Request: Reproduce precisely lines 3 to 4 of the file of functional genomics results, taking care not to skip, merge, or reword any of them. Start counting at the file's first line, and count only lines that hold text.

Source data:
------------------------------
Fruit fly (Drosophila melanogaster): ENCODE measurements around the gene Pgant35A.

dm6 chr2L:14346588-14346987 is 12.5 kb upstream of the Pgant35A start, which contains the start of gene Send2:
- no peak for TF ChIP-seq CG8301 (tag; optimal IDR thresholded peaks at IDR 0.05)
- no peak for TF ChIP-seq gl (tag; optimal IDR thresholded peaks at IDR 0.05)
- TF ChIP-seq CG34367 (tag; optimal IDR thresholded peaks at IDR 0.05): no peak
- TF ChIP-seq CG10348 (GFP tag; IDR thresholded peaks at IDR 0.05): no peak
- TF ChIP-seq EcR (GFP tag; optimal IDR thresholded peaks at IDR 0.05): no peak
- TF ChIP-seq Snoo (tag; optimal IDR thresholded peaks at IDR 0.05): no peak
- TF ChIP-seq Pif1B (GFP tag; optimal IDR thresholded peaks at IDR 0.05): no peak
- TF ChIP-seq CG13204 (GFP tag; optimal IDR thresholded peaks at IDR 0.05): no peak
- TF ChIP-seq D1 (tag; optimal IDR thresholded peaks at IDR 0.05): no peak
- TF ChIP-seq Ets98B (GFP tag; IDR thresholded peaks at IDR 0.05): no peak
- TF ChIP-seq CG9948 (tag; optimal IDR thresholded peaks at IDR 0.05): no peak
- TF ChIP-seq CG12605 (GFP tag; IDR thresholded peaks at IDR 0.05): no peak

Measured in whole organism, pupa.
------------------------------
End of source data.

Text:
- no peak for TF ChIP-seq CG8301 (tag; optimal IDR thresholded peaks at IDR 0.05)
- no peak for TF ChIP-seq gl (tag; optimal IDR thresholded peaks at IDR 0.05)